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Emotionally Abusive Relationships - Common Behaviors and Tactics Abusers Use

By Rachel M Edwards

There is currently not a single, clear-cut definition of emotional abuse. Emotional abuse is instead defined by a set or combination of traits, acts or behaviors that are designed to control and dominate another human being through the use of fear, guilt, intimidation, humiliation or manipulation.

It is important to remember that a single incident does not constitute abuse. Abuse is a pattern of behavior that occurs over time. It is repetitive, sustained and usually progressive.

Emotional abuse is silent, insidious and extremely dangerous to the victim. It slowly and systematically wears away at the victim's soul. It erodes self-worth, confidence, trust, faith and the ability to have confidence in one's own perceptions.

Emotional abuse is also harmful to a person's physical health. Typically people in abusive relationships don't eat or sleep properly and can suffer from stress-related conditions such as chronic fatigue, anxiety attacks, depression, high blood pressure, peptic ulcers, poor immune function, migraines, alcoholism and smoking-related respiratory aliments.

Here is an extensive list with brief notes about common behaviors and tactics abusers use to control and manipulate his/her partner. It is important to understand that you don't have to experience ALL of these to be abused. ANY of these behaviors, either alone or in combination, which are part of a "repeated pattern", are abusive!

> Extreme jealousy: not only of other men/women but of friends, family, work and even children

> Isolation: keeping you from family, friends and other sources of emotional support

> Emotional withholding: will not share his/her feelings and is not aware, receptive or sensitive to yours, the silent treatment

> Lack of intimacy: doesn't hold your hand or cuddle

> Verbal abuse: insults, yelling, name-calling, shame, sarcasm, or threats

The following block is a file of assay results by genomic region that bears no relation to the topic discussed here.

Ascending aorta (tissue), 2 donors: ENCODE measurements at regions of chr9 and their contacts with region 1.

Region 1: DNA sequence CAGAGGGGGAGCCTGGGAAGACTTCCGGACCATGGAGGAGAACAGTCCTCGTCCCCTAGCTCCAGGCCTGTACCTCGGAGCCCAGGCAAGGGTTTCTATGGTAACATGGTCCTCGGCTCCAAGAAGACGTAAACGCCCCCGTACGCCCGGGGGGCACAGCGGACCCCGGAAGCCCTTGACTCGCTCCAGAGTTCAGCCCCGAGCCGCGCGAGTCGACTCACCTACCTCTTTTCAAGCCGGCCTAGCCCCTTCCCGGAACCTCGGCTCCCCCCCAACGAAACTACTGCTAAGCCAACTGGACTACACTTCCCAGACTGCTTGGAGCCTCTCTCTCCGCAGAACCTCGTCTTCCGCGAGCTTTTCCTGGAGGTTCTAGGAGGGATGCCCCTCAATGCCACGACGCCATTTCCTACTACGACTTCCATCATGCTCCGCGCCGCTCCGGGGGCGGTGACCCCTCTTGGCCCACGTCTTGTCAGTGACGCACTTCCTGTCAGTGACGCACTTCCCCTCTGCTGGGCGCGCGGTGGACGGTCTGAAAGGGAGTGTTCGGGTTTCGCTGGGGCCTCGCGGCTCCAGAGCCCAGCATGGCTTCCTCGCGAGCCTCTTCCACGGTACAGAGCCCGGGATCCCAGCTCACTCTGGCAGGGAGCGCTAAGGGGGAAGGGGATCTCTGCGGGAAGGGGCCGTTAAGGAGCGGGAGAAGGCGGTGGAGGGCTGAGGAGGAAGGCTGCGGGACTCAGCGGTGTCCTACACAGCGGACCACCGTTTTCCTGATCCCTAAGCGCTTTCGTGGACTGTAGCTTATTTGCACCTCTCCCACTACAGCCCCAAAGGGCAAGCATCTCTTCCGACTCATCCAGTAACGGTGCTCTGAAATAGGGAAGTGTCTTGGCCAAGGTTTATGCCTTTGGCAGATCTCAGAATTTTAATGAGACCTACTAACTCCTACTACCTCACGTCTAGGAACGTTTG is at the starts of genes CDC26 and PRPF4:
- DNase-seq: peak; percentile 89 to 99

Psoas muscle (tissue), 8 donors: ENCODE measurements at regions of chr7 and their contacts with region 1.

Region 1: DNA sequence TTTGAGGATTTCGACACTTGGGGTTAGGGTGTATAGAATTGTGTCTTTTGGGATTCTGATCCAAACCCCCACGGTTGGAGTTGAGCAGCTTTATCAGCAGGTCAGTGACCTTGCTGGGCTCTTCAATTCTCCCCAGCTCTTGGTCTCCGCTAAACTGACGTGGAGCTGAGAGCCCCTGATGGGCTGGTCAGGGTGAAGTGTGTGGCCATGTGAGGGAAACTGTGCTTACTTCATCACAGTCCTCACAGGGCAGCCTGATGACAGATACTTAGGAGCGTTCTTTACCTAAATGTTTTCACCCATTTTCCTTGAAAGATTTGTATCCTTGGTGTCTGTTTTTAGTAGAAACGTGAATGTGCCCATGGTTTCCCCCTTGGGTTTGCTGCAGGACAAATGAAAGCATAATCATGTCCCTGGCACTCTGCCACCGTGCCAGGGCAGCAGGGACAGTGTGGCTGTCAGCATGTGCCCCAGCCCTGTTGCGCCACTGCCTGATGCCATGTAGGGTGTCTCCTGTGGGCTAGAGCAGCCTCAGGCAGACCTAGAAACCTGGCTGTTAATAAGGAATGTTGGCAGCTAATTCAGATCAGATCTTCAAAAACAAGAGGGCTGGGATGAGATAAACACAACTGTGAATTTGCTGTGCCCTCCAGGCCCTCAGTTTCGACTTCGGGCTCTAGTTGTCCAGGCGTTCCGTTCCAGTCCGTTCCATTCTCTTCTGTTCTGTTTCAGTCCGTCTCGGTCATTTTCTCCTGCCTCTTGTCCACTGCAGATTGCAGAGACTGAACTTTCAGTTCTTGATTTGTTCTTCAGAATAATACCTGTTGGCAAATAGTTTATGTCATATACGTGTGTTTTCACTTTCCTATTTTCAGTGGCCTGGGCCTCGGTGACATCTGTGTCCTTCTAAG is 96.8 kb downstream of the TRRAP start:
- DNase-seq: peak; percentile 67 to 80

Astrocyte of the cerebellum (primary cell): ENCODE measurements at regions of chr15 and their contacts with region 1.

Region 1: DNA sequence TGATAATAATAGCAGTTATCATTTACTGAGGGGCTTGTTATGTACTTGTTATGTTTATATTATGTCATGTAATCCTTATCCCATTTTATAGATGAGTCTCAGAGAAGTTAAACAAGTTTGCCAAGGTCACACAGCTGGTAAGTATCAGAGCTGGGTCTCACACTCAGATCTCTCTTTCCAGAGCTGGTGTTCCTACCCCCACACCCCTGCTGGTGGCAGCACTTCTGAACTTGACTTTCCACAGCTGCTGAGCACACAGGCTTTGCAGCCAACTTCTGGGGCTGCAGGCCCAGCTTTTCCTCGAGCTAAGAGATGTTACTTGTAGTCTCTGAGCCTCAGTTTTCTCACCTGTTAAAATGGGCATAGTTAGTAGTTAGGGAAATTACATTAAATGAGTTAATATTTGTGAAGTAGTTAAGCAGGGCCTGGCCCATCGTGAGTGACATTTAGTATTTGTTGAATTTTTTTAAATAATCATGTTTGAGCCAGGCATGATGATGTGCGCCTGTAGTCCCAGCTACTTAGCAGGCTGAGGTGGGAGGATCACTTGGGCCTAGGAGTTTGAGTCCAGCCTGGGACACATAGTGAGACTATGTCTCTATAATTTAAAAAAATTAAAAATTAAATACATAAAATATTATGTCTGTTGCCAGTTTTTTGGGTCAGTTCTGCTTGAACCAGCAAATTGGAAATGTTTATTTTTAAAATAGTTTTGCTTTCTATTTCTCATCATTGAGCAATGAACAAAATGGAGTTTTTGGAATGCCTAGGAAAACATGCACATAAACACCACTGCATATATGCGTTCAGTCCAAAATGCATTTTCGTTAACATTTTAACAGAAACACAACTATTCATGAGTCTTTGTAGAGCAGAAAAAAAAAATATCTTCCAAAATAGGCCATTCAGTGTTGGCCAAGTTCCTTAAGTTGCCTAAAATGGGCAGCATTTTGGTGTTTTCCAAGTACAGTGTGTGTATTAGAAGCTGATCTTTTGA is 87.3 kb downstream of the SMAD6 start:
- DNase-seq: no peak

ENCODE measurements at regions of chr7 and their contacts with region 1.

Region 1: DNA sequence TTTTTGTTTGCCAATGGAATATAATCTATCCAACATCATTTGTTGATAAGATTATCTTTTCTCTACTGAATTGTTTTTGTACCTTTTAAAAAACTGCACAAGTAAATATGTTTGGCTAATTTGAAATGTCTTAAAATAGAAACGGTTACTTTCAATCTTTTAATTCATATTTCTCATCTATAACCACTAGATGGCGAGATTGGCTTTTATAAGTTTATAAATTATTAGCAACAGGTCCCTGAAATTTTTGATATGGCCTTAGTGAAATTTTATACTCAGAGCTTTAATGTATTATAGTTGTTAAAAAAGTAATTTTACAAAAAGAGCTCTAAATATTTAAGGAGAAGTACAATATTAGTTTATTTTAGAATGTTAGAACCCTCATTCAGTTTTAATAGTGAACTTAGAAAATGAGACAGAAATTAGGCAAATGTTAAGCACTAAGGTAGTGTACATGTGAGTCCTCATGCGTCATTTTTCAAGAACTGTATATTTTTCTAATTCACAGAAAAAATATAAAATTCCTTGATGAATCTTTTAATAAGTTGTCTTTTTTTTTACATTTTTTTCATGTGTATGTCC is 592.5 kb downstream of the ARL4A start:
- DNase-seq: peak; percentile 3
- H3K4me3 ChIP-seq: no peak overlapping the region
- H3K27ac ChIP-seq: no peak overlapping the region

> Humiliation: public criticism, reminding you of embarrassing moments

> Threats: verbal threats such as "you will be sorry", physical threats such as throwing or breaking things > Lies: including withholding information, telling half-truths or rearranging the facts

> Mixed messages: tell you he/she loves you, but treats you badly

> Dependence: threats of loss of financial security, or tries to convince you that you are no good without him, nobody else will want you

> Fear: an unspoken understanding that there will be bad consequences if you don't do what he/she wants > Raging: yelling, screaming, punching walls, breaking things

> Sexual coercion: using guilt, shame, physical force or drugs in order to have sexual relations

> Blame: says it's your fault when he/she mistreats you, says you are responsible for how he/she feels

>Secret-keeping: acts differently in public than in private

>Spiritual abuse: using religious teachings to justify demands for submission or conformity.

>Physical violence: slapping, punching, kicking, grabbing, pinching, pushing, biting, choking

See Also:

Emotional Abuse: Why Is It So Damaging?
Emotional abuse is the most common and most damaging kind of abuse but it is often down played, if you reach out for help, people will often wonder what all the fuss is about. People who have suffered physical or sexual abuse often report that it was the emotional abuse that caused the most damage.

Spousal Abuse, Mental Abuse, Types of Aggressive Behavior
Domestic abuse can come in different forms including physical aggression, or threatening the spouse thereof; sexual abuse; emotional abuse; being in control or domineering; intimidation; constant stalking; covert or passive abuse (e.g. neglect) and depriving one of money. Drinking and mental conditions are often co-morbid with IPV, and are additional obstacles when present together with patterns of abuse.

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About the Author:

Rachel Edwards is a researcher in evolutionary genetics. She was raised in an alcoholic home and moved from that directly into an abusive marriage. With the combined knowledge gained from many college courses in psychology, addiction, and social/behavioral sciences and her own experiences in therapy and on the road to recovery she just recently left her abusive marriage after 25 years. You can visit her blog at

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